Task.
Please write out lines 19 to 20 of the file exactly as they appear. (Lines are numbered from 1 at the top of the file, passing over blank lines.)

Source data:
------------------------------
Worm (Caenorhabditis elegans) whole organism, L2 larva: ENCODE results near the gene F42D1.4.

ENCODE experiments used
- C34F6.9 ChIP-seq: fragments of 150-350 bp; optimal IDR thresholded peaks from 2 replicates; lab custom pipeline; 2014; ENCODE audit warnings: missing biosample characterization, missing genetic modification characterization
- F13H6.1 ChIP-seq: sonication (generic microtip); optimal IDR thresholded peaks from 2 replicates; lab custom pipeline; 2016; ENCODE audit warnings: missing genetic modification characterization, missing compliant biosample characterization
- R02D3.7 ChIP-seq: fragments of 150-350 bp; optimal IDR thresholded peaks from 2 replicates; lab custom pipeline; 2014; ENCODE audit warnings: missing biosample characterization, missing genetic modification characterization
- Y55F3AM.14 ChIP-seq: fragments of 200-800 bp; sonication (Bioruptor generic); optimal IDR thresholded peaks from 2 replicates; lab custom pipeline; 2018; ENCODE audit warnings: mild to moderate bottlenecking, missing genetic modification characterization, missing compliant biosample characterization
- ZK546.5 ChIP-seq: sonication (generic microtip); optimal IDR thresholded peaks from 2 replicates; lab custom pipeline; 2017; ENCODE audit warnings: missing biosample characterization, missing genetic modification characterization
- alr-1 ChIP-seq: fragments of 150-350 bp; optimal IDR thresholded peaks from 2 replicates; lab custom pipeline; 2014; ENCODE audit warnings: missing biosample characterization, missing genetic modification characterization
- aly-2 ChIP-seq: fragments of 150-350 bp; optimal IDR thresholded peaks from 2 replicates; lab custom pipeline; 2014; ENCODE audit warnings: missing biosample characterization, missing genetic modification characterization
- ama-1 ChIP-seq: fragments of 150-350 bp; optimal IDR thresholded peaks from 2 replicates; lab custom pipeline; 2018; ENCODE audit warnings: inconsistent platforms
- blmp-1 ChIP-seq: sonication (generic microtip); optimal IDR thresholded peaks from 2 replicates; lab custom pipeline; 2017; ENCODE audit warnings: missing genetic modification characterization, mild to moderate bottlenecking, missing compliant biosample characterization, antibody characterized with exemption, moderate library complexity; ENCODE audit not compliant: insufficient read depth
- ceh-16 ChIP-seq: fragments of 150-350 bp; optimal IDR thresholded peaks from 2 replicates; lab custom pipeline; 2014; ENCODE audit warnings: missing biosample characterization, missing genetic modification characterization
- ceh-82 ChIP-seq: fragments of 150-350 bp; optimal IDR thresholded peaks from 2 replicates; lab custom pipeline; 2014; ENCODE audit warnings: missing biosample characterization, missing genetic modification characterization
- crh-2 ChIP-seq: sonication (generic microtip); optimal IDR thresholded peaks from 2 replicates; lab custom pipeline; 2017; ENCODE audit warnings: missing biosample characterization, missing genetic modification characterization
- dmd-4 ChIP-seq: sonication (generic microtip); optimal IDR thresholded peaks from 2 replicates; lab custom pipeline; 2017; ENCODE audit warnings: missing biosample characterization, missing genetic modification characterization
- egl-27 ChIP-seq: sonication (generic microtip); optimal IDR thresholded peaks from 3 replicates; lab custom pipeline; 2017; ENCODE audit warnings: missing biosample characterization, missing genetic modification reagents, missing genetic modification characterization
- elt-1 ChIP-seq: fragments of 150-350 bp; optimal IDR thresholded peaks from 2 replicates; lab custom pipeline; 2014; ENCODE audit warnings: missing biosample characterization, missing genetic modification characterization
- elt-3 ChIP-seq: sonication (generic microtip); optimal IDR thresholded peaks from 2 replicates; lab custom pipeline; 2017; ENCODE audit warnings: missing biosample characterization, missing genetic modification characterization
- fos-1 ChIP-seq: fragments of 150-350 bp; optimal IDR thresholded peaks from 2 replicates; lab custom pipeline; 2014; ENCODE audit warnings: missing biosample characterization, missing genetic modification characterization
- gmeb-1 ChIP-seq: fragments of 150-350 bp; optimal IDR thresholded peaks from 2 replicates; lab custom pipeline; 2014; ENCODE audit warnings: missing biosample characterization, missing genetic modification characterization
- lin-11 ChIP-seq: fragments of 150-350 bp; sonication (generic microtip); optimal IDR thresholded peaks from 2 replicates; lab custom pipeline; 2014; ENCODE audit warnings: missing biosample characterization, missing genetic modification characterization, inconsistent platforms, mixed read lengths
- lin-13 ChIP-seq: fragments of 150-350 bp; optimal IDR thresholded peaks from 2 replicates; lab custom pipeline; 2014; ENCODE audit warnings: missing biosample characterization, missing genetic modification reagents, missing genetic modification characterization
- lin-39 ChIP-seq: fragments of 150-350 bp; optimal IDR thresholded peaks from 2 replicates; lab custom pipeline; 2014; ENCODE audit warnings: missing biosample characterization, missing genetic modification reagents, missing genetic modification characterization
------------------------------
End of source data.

- fos-1 ChIP-seq: fragments of 150-350 bp; optimal IDR thresholded peaks from 2 replicates; lab custom pipeline; 2014; ENCODE audit warnings: missing biosample characterization, missing genetic modification characterization
- gmeb-1 ChIP-seq: fragments of 150-350 bp; optimal IDR thresholded peaks from 2 replicates; lab custom pipeline; 2014; ENCODE audit warnings: missing biosample characterization, missing genetic modification characterization